Past Reviews

Regional Reviews: San Francisco

Palo Alto Players

Also see Richard's reviews of This Golden State - Part One: Delano, Choir Boy and The Addams Family

Michael T. McCune, Chris Mahle, Phil Wong , Jeffrey Sun,
and Joyce F. Liu

The opening moments of American businessman Daniel Cavanaugh's lecture are punctuated with scattered pockets of laughter among us, his audience, as he illustrates how Chinese interpreters often massacre common English phrases on signs (e.g., "Chief Financial Officer" becomes "Financial Affairs Is Everywhere Long"). But the evening of constant hilarity launches full steam when we next revert to a scene three years earlier where Daniel first pitches his American signage company to a Chinese Cultural Minister in Guiyang, China. We now hear how in a recent building project, "Handicapped Toilet" signage became "Deformed Man's Toilet" and "Dry Goods Department," "Fuck the Certain Price of Goods."

In Chinglish (a word meaning the mash-up of Chinese and English), David Henry Hwang deftly constructs a play about the language mix-ups and cultural misunderstandings that our global, no-more-borders world has spawned. Palo Alto Players has congregated a superb cast, all of whom are new to the company and six who speak fluent Mandarin (an important resume filler to be in play with close to 50% of the dialogue in Chinese). The result is a fast-paced evening where most laughs come as we read projected, super-scripted translations of the on-stage Mandarin bantering, often leaving us finishing one chuckle just as we begin another.

To a person, this cast delivers again and again. As Cleveland businessman Daniel, Chris Mahle is clearly a fish out of water as he tiptoes cautiously, but increasingly assertively into this high-relationship, full-of-secrets world of Chinese business deals. He relies on his business consultant Peter Timms for guidance through this foreign mixture of smiling niceties and shark-like arrows (an excellent Michael T. McCune whose skilled English accent, rapid-fire Mandarin, and confident stage presence defy that this is his first venture as a thespian). Along the way, he finds that an early foe, the sophisticatedly beautiful Cultural Vice-Minister Xi Yan (Joyce F. Liu) suddenly turns into friend as he negotiates his desired signage contract. That friendship slips soon into something much more sexy and tantalizing as the two retreat to his hotel room for further collaboration. Ms. Liu particularly shines throughout this production as she shows multiple sides of the complex maze of relationships Xi Yan must maneuver to stay afloat and succeed in this new world of modern China. Together, Ms. Liu and Mr. Mahle bring heart, intrigue, pathos, and singular determination to their individual and joint portrayals. And they also produce the evening's funniest of many funny moments as Daniel attempts to say "I love you" in Mandarin (variously coming out as "Dirty sea mud," "Snail loves cow," and "Frog loves pee").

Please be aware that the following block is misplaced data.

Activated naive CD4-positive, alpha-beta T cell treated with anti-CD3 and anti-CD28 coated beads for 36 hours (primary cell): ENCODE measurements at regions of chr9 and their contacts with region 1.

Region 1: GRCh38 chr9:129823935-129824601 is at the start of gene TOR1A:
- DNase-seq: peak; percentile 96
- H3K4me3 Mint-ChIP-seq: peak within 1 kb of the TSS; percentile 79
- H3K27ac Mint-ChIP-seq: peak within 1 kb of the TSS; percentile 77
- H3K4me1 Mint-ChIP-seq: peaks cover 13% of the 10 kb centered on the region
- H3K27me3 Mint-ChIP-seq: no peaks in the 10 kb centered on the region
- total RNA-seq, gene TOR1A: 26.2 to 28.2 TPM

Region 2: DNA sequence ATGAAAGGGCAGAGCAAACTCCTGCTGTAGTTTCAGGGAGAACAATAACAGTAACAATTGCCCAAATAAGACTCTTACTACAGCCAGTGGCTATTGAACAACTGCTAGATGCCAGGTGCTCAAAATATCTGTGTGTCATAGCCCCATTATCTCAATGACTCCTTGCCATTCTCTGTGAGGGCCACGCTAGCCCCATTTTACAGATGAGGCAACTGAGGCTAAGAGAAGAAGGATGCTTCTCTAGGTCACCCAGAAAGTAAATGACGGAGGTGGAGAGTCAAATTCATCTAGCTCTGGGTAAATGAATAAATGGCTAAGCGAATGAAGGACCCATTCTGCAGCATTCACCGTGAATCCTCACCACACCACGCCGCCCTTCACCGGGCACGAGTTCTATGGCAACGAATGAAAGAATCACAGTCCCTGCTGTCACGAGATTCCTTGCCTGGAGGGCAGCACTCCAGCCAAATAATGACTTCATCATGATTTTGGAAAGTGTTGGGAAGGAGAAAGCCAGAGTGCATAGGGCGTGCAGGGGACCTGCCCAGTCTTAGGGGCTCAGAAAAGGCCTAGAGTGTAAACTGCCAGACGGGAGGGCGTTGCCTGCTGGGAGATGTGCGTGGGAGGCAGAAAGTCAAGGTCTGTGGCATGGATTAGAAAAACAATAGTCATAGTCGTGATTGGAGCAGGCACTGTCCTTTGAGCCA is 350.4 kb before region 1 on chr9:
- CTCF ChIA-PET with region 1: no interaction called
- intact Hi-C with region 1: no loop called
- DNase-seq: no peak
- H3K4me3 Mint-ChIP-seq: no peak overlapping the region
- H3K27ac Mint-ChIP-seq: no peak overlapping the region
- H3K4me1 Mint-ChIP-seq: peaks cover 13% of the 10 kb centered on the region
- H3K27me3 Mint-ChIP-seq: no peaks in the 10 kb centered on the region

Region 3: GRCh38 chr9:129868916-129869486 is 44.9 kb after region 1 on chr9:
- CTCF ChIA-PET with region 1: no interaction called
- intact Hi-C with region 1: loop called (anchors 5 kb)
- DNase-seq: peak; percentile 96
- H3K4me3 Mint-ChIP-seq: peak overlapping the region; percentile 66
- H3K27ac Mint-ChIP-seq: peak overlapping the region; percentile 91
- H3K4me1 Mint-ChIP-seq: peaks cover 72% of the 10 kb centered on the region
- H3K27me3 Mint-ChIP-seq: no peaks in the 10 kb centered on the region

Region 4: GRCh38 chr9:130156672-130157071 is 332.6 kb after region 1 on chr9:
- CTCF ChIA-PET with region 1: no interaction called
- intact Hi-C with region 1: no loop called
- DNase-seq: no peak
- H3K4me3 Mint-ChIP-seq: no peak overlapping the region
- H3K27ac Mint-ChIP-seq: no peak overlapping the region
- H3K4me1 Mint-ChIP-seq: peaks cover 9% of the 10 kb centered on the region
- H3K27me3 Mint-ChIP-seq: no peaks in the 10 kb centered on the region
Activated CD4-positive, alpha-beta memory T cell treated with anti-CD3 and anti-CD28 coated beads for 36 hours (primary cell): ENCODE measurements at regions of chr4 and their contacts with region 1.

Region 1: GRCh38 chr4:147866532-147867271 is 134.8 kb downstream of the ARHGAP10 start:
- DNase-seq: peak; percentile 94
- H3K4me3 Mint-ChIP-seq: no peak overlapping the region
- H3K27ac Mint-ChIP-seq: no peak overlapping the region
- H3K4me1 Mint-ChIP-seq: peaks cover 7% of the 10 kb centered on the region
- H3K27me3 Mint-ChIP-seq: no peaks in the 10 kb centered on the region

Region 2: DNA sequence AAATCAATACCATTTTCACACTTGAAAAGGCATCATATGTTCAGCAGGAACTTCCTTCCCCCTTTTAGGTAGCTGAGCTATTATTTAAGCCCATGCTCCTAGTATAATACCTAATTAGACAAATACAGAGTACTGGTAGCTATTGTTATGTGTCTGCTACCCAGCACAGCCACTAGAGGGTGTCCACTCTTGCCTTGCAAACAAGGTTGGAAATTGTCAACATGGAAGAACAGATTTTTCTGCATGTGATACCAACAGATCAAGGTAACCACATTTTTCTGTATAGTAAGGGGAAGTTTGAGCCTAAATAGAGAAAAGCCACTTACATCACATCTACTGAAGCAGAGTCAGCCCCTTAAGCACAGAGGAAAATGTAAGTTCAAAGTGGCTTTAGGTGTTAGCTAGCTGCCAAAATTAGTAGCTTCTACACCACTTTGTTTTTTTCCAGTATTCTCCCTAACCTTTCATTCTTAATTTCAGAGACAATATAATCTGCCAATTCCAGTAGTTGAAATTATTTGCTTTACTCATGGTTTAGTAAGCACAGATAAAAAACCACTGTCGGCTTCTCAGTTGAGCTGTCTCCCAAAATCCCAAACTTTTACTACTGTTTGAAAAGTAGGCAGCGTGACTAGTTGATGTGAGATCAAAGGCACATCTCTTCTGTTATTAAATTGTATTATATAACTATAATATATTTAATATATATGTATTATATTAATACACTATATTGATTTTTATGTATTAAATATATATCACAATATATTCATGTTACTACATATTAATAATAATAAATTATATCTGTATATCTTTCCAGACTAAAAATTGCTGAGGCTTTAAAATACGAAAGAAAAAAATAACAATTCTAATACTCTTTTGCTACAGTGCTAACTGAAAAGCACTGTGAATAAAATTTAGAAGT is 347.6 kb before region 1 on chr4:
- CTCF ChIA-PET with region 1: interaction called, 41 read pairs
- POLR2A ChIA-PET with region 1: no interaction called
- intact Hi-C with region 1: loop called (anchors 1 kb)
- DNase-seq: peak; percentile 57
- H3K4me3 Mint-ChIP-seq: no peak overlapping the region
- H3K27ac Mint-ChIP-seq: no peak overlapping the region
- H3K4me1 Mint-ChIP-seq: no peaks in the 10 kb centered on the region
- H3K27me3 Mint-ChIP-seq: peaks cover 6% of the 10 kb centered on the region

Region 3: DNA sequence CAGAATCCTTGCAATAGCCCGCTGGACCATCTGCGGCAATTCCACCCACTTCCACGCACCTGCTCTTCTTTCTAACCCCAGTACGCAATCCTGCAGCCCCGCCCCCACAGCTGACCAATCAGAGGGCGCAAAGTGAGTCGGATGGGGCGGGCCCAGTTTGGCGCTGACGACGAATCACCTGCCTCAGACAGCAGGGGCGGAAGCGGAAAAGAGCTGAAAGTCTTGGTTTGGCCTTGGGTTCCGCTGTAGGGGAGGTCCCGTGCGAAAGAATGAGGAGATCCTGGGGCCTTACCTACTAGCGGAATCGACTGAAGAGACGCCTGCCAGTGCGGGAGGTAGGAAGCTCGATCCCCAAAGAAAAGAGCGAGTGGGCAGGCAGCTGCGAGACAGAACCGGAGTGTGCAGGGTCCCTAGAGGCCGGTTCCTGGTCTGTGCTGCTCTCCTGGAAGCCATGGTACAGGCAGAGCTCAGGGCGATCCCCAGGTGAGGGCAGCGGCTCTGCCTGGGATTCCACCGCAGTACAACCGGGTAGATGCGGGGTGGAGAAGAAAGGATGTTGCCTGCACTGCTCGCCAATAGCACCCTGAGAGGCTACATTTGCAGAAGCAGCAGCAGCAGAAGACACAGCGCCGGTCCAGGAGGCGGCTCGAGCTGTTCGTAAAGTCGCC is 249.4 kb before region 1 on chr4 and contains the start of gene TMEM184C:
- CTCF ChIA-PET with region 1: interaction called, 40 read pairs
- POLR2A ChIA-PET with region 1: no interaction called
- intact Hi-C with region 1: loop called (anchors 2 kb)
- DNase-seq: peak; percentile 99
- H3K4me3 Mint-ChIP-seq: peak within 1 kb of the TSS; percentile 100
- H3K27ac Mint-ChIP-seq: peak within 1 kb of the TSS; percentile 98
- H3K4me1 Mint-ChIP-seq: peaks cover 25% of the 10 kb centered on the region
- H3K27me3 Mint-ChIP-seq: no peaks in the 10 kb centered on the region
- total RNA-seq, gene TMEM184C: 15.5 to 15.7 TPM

As Culture Minister Cai Guoliang, who smilingly assures Daniel that he wants a deal for accurate signage, Jeffrey Sun hilariously walks a tightrope trying to appease the consultant Peter whom he owes a big favor; a Party official who frequently interrupts by phone to demand acrobats at an upcoming event; and an unseen, hen-pecking wife who insists her sister's husband's signage company win the bid. The Minister's convoluted journey and where it ends marks how hilarious on the surface but how dangerous underneath the current business landscape of Chinese business negotiations can actually be.

Chinese interpreters pop in and out of the many scenes as each only gets louder, more stubborn, and more inept in their attempts to bridge the two languages. Hats off to Dianna Hua Chung, Isabel Anne To, and Phil Wong—all of whom play hired and fired interpreters and then reappear with fun and flair in multiple, other roles.

Mr. Hwang's script unfolds in a cinematic manner with its many short scenes, much like being at a foreign film theatre where we both watch and read. Settings twirl before us via a somewhat awkward, hand-turned set to reveal Designer Kuo-Hao Lo's simple, yet overall effective Asian-appropriate scenes. Director Lily Tung Crystal keeps the pace flowing, the laughs coming, and the twists and turns of the script highlighted by just the right mixture of comedic chaos and heart-touching singular moments.

Having already seen Chinglish several years ago with a stellar cast at Berkeley Repertory Company, I was a bit wary what it would be like seeing it once again. As produced by Palo Alto Players, I was totally delighted, entertained, and am ready to give a whole-hearted recommendation to others to see this fine production of a well-written script.

Palo Alto Player's Chinglish continues through June 28, 2015, on the Lucie Stern Theatre, 1305 Middlefield Road, Palo Alto. Tickets are available online at or by calling 650-329.0891.

Palo Alto Players has also just announced its 85th season—their "Tony-est" season yet..

Photo: Joyce Goldschmid

Cheers - and be sure to Check the lineup of great shows this season in the San Francisco area

- Eddie Reynolds

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